‘If North Korea conducts a provocation such as its seventh nuclear test, we will consider sanctions in the cyber field.’
South Korean Foreign Ministry spokesperson Lim Soo-Seok said in a strong tone at a regular press conference on November 22.
North Korea has launched a series of ballistic missiles as a provocation against the U.S. and South Korea. The number of launches exceeds 60 this year alone. The source of funds for the missile launches and nuclear development is virtual currency that has been unjustly taken from foreign countries through cyberattacks.
According to the National Defense Research Institute, a South Korean think tank, North Korea’s short-range ballistic missiles cost about 600 million yen each. An intercontinental ballistic missile is said to cost about 4.2 billion yen. 60 missiles would cost at least 50 billion yen.
The U.S. government believes that the huge amount of money obtained through cyber attacks is funding the missile launches. According to calculations by the country’s Department of Homeland Security, North Korea has stolen more than 140 billion yen in virtual currency from other countries through cyber attacks in the past two years. This is why North Korea is able to continue its threats of force despite its economic difficulties due to UN sanctions,” said a reporter from the international section of a national newspaper.
87 Billion Yen for Attack on Popular Online Game
Various examples were introduced at a symposium held jointly by the U.S. and South Korea on November 17 on the theme of North Korean cyber attacks.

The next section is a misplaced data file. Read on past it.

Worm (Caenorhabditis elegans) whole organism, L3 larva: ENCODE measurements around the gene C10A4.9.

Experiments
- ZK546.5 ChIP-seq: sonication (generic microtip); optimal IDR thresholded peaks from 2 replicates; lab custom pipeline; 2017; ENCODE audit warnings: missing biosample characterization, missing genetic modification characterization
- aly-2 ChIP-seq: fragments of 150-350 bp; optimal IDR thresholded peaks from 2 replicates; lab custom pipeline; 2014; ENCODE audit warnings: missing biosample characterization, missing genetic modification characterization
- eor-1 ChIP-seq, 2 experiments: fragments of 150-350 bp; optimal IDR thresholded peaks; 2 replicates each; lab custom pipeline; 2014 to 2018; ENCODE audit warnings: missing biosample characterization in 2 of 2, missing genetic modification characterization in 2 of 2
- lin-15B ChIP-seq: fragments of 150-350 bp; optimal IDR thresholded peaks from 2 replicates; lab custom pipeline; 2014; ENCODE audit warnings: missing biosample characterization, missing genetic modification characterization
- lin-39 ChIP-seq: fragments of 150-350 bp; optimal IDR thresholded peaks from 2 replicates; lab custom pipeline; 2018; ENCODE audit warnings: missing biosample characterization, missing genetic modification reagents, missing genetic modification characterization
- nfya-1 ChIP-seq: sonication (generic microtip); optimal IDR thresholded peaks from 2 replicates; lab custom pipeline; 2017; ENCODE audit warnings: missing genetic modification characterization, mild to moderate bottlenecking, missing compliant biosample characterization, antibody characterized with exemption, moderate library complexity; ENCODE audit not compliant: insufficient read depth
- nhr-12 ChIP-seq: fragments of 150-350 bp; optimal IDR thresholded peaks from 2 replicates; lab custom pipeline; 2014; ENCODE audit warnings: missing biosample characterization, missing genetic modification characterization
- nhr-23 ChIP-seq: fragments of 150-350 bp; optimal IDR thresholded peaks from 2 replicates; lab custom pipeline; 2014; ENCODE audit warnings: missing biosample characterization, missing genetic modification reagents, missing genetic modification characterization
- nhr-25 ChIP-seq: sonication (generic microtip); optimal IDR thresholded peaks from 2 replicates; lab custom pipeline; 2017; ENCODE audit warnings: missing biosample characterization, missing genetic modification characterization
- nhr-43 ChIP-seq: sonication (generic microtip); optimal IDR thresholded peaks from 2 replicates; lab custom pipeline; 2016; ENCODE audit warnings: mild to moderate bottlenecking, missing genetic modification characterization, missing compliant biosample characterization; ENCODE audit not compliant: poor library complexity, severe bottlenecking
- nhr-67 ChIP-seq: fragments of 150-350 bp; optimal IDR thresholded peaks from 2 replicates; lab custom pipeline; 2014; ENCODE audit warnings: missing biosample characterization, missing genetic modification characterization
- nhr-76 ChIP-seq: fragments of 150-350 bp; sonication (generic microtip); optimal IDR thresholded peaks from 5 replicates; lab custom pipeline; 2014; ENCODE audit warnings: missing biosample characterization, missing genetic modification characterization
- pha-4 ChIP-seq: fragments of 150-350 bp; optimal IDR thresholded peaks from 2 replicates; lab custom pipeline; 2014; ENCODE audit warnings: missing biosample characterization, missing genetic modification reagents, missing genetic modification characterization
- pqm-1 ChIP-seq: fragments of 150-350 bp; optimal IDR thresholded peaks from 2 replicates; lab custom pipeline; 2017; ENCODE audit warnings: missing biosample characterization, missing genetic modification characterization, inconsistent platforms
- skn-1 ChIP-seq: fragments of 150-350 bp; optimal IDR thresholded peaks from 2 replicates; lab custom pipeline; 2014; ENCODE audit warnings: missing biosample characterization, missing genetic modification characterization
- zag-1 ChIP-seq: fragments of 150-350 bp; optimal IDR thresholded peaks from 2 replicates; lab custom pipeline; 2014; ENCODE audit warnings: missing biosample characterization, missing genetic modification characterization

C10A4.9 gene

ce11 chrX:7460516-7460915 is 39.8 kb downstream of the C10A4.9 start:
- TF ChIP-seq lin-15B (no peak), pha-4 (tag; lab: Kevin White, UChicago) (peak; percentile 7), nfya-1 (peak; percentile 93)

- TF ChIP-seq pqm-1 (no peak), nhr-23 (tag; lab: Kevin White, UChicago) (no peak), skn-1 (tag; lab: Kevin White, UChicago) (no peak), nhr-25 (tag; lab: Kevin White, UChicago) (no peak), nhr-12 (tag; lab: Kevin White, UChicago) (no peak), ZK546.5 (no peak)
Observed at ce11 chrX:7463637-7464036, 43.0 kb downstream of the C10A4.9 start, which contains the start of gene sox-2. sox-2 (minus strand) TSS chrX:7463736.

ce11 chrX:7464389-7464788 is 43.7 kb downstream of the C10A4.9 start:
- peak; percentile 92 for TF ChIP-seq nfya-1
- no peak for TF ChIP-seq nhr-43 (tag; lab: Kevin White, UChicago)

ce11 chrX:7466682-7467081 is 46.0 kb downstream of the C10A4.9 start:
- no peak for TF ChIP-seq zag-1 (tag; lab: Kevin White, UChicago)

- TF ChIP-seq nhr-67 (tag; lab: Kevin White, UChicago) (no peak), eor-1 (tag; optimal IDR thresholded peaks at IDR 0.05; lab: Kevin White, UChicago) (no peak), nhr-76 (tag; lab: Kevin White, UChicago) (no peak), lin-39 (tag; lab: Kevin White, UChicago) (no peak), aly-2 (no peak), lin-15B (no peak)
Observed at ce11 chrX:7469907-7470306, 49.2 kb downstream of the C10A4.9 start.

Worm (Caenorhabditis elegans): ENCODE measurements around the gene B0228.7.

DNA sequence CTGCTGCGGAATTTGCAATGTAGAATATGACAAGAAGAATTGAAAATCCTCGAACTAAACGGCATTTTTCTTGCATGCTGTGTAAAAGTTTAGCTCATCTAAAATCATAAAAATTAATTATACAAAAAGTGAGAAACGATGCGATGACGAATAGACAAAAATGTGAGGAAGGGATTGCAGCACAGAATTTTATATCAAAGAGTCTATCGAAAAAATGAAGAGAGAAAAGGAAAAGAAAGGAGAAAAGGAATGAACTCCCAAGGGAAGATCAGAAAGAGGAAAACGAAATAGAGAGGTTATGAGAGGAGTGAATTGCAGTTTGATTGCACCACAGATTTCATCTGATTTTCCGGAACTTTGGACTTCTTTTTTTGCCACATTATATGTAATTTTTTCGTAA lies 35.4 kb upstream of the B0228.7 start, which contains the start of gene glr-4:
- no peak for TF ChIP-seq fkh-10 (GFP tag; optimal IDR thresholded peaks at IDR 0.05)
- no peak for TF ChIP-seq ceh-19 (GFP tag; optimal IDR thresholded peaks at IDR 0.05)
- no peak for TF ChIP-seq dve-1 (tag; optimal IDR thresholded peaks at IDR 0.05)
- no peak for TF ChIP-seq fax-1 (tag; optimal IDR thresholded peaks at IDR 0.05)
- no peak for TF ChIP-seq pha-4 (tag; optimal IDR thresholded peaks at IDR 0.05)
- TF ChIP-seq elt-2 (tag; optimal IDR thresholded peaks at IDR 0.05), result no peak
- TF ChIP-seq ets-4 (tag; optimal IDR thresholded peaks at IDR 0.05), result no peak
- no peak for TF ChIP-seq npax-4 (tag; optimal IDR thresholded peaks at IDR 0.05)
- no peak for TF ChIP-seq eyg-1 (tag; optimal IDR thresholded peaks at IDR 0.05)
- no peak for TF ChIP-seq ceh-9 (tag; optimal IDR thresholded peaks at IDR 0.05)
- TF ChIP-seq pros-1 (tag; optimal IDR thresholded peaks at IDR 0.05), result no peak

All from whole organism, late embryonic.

In March of this year, North Korea launched a cyber attack on “Axi Infinity,” a popular online game developed by a Vietnamese game production company, allegedly stealing assets worth 87 billion yen. This is the largest-ever theft of virtual currency.
In November 2002, Sony Pictures Entertainment, an American film company, suffered a cyber-attack that resulted in a massive leak of personal information of actors and staff. The company was about to release a film about the assassination of North Korean leader Kim Jong-Un. This is probably a backlash against the company for amplifying the negative image of Kim Jong-Un,” said a former employee of the company.
The North Korean hacker group “Lazarus” is behind the cyber attacks.
North Korea began fostering hacker groups as far back as the mid-1980s, and by the 2000s, cyber attacks on foreign countries had already begun. Since the regime of Kim Jong-Un came to power, it seems that their activities have become even more active. According to the South Korean National Defense White Paper, “Lazarus” currently has nearly 7,000 personnel.
The North Korean authorities gather talented IT personnel from their early teens and thoroughly train them at the agency. They take their relatives hostage, make them swear allegiance to them, and then force them to work for IT companies overseas. They hide their real names and other identities, and normally work as normal, but it is believed that they launch cyber attacks when instructed to do so by the spy agency. Lazarus is a fearsome ultra-elite group in North Korea.
The victims of cyber attacks include government offices, financial institutions, and entertainment companies. Japan, in cooperation with the United States, has also strengthened its cyber countermeasures. Japan, in cooperation with the U.S., has also strengthened its cyber countermeasures, warning people not to open suspicious files sent to them by e-mail or other means.